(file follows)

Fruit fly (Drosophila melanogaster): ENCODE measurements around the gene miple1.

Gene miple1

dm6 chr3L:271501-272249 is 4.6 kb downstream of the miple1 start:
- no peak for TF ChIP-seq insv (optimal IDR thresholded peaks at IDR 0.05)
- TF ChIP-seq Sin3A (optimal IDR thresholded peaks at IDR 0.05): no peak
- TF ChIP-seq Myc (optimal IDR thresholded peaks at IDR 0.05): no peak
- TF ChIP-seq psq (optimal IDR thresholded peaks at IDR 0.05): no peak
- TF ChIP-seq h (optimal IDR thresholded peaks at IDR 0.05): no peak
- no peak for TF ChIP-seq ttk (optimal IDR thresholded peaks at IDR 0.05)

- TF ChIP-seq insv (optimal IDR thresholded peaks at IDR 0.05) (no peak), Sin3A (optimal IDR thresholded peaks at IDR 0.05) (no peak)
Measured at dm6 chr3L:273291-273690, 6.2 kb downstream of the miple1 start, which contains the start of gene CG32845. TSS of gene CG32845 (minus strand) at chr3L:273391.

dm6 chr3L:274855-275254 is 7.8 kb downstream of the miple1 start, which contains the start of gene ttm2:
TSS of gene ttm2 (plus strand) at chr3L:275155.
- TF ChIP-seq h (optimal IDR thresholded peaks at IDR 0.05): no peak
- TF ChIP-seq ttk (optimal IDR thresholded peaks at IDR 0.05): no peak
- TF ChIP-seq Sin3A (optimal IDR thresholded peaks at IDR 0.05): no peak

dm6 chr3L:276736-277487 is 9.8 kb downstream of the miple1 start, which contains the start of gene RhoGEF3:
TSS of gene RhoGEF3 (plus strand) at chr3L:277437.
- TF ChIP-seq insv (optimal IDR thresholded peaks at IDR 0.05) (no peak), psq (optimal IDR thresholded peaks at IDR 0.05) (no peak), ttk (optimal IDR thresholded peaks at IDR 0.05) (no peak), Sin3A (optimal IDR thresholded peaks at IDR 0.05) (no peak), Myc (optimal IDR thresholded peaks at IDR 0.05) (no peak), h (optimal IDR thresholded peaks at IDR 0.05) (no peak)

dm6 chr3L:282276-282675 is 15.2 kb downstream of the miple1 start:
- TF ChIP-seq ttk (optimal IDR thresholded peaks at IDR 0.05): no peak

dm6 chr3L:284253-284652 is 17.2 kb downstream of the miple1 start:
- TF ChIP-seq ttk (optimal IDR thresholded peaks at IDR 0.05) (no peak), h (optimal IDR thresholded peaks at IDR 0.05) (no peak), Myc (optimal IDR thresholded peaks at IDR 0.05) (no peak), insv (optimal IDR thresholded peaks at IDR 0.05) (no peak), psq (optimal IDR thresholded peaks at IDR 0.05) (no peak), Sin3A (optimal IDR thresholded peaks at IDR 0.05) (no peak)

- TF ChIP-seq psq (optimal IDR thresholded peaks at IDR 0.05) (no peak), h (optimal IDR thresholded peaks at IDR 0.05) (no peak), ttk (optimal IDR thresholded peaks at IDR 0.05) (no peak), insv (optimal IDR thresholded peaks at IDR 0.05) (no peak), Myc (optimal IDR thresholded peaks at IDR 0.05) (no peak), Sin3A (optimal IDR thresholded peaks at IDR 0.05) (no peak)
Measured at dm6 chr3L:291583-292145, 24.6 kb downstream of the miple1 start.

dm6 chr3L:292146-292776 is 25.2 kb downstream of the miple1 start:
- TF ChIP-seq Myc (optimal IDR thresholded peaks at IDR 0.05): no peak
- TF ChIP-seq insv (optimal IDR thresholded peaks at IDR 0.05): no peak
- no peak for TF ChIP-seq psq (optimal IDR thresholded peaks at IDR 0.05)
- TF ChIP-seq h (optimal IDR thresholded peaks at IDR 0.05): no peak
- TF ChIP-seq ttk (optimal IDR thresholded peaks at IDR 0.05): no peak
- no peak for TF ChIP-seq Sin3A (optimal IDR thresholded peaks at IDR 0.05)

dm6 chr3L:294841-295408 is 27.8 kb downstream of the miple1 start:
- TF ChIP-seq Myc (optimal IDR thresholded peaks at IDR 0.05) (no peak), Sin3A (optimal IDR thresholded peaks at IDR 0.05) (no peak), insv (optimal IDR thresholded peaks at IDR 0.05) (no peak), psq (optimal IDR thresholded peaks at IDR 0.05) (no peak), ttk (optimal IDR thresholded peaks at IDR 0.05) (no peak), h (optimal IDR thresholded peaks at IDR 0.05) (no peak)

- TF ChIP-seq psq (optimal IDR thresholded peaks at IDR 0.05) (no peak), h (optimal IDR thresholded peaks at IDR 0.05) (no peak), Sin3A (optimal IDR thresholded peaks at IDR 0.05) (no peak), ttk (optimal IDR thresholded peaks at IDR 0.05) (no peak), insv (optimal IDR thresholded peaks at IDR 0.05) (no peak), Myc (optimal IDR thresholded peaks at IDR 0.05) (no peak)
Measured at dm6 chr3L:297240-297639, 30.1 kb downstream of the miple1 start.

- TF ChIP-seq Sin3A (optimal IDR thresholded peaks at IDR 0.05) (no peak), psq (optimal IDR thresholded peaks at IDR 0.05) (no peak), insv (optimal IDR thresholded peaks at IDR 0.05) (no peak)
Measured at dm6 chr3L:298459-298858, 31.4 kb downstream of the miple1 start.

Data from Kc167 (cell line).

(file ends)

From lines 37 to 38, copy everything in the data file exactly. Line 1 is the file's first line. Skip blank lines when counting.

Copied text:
- TF ChIP-seq Sin3A (optimal IDR thresholded peaks at IDR 0.05) (no peak), psq (optimal IDR thresholded peaks at IDR 0.05) (no peak), insv (optimal IDR thresholded peaks at IDR 0.05) (no peak)
Measured at dm6 chr3L:298459-298858, 31.4 kb downstream of the miple1 start.